Can the Tory tide be turned before the election? By the time this edition goes to print you will be in a better position to make a judgement. After the first week of campaigning the opinion polls are looking a bit better, although the Tories are still well ahead, mainly due to a collapse in the UKIP vote. In England and Wales, the Tories will want to keep the narrative focused as much as they can on Brexit and Jeremy Corbyn. This will also suit the Liberals whose policy of another referendum after the negotiations will attract the support of many who voted to remain.
Brexit has moved Britain significantly to the right and Labour is caught between a rock and a hard place. But its equivocation on the issue has to end and it must give its vision for a post-EU settlement, emphasising the difference between Labour’s position and the Conservative version. Similarly, the SNP has a problem with the issue, with a third of Independence supporters voting for Brexit. But the Tories cannot spend the whole election campaign on Brexit. Nor can they use it as a dress rehearsal for any future Scottish referendum. These constitutional issues are of major importance, but elections are generally fought on the government’s record and the opposition’s policies. If the debate can be shifted on to normal campaigning ground, then Labour has a chance of winning back some lost support.
The Conservatives’ reputation for economic competence is based on bluff, bluster and downright lies. During their seven year watch to date, the economy has struggled while debt has increased by 50% greater than the debt left by Labour. Yet our public services have suffered from savage cuts with welfare and social security being systematically dismantled. The impact has meant soaring poverty with foodbanks becoming commonplace across the county. They have presided over the longest fall in living standards for over a century. Wages have been falling for a decade in real terms and are not forecast to rise for the foreseeable future. The number of zero-hours contracts is five times higher than it was in 2010. This track record should be an open goal for the opposition.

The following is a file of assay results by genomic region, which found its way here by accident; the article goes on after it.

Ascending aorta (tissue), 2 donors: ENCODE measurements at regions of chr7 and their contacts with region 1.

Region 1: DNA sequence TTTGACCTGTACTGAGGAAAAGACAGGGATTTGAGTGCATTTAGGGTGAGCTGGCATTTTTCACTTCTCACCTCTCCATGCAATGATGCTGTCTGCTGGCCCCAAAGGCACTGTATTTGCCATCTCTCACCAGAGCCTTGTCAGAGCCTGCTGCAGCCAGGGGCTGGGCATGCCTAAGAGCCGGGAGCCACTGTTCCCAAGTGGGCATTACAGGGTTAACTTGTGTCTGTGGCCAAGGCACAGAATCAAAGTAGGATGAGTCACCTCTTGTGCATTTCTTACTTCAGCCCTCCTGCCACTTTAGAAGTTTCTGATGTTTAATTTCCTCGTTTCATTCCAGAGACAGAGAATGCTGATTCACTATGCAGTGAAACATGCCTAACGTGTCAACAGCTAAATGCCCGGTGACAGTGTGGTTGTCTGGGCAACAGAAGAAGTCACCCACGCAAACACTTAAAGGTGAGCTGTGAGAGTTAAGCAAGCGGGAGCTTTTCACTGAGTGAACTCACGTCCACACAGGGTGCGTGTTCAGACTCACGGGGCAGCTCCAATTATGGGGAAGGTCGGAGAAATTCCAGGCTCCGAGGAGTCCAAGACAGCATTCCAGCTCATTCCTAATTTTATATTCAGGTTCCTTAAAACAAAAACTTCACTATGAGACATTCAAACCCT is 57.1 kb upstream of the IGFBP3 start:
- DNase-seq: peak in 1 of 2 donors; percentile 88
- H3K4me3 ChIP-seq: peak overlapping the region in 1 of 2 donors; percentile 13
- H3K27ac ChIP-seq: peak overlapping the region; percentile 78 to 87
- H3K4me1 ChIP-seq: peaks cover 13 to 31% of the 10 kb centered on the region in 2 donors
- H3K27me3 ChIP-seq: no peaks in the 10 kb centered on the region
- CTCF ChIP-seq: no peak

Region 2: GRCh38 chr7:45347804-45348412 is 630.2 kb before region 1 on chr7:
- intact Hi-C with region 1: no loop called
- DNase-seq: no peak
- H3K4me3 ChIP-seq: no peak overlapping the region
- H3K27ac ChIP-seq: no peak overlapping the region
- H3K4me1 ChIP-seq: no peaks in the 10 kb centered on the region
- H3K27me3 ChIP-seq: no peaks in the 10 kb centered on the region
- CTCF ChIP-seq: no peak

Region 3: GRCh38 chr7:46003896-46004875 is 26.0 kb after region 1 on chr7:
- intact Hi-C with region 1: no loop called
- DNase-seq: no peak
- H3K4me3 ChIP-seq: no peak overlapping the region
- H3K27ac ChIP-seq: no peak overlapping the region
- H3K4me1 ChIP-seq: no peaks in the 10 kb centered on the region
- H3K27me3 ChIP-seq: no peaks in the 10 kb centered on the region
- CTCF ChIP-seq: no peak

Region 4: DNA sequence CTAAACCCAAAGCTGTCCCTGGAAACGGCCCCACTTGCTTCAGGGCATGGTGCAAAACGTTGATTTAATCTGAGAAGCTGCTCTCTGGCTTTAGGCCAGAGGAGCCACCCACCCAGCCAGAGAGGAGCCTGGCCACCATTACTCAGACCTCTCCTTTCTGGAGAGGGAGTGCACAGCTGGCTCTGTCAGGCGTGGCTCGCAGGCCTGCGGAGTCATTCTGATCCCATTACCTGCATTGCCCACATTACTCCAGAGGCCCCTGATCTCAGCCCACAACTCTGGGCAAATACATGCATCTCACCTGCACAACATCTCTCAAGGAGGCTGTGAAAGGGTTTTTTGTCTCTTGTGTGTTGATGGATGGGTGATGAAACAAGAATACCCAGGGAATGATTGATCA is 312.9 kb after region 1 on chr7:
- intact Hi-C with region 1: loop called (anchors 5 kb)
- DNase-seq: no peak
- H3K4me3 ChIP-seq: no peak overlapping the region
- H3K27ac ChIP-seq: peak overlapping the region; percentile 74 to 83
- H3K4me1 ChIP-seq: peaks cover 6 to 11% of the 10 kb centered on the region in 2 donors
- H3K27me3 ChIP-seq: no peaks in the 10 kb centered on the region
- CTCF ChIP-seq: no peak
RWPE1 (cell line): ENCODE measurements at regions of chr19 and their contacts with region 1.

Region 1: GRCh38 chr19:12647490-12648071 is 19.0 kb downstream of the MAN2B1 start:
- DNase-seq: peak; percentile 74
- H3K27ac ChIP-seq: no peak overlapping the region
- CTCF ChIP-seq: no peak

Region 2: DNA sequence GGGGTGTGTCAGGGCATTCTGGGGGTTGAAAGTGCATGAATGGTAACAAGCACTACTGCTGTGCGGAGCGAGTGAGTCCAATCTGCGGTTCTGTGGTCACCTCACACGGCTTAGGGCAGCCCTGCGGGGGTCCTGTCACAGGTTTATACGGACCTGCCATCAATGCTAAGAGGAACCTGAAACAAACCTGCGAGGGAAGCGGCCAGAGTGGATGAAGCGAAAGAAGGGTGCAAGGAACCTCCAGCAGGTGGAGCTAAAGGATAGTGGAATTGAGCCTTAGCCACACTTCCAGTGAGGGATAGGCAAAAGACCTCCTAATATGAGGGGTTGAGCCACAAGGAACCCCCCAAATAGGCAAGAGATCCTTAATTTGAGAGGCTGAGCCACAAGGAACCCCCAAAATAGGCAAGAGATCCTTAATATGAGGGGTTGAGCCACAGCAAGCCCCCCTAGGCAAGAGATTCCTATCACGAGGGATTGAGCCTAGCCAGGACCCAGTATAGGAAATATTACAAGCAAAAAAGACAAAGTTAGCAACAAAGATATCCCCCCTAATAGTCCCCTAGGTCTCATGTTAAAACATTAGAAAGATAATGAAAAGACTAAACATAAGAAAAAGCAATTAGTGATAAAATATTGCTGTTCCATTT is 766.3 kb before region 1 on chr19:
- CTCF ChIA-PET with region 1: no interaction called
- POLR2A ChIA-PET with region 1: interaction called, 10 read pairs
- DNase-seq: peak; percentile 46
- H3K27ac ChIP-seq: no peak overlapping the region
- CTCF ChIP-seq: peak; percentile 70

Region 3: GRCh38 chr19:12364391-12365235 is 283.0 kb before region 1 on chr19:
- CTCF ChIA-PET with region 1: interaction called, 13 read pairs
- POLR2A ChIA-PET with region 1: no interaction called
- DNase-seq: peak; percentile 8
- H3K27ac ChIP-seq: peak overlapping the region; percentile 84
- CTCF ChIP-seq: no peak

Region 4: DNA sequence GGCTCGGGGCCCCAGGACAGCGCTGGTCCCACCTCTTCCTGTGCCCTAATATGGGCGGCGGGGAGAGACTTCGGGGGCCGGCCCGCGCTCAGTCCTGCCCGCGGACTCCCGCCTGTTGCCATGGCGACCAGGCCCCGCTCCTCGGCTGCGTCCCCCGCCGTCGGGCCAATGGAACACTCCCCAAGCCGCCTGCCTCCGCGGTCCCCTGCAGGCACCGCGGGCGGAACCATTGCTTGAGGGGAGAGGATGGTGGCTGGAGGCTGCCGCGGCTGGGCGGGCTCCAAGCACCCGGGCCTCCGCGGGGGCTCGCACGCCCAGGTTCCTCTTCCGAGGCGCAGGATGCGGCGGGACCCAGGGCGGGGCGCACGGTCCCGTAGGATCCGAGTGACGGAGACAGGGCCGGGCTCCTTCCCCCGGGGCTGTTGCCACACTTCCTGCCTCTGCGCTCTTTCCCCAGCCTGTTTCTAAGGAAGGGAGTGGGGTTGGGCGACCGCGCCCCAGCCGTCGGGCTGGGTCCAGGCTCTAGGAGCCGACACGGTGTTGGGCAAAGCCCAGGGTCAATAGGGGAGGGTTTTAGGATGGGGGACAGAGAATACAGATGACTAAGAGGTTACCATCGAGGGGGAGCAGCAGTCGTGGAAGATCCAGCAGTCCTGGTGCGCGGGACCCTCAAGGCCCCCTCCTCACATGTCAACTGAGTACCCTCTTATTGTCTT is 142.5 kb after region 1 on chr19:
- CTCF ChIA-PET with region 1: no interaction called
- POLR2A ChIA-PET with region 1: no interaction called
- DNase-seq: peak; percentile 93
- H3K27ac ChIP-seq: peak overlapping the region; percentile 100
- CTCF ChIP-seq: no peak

During the Easter recess, Labour captured the headlines with a series policy announcements that were highly popular with the public. A commitment to legislate for a £10 an hour minimum wage, free school meals for primary school children, nationalisation of the railways, and free university tuition all sent a message about the kind of society that Jeremy Corbyn wants to build. Other election promises to protect pensioner incomes with the ‘triple lock, banning zero hours contracts, aggressively taking on tax avoiders, and the creation of a National Investment Bank could prove to be vote winners and offer hope against further Tory austerity. These policies have to be presented and delivered in clear, sharp messages by Labour’s campaign team.
Corbyn’s personality will be the focus of much of the Tory attack, assisted by their loyal friends in the media. It would be foolish to deny the flaws of a decent and principled man who has faced extreme vilification and character assassination by the media and by his enemies within the Labour Party. However, he is much better facing the public than he is at the dispatch box being howled at by moronic Tory backbenchers. Theresa May is used to staying on message and repeating slogans, but finds it difficult to speak off the cuff. If she can be shamed into appearing on TV debates, Corbyn may be able to expose her and her Government’s weaknesses. The fact that she poses as a ‘strong leader’ but does not have the bottle to appear in a debate should be repeated throughout the campaign.
The election in Scotland is unlikely to feature Labour at all, save in one seat if Ian Murray can get enough tactical voters to stick with him. Despite the expected Tory gains of 6-10 seats, the SNP should predominate with mid 40s percent of the vote. In the long run, the polarisation between the Tories and the SNP will mean Labour supporters will have a choice to make. By declaring her party as the only trustworthy defender of the Union, and destroying her former anti-independence allies in the process, Ruth Davidson is playing a dangerous game. She will force Labour to question whether it has any future as a unionist party. And, if there is a UK Tory victory, with no prospect of another Labour Government in the foreseeable future, the outcome of the 2017 election could tip enough Labour voters towards independence and could prove to be the final nail in the coffin of the Union.
Pat Kelly is a former PCS union officer and member of the Scottish Left Review editorial committee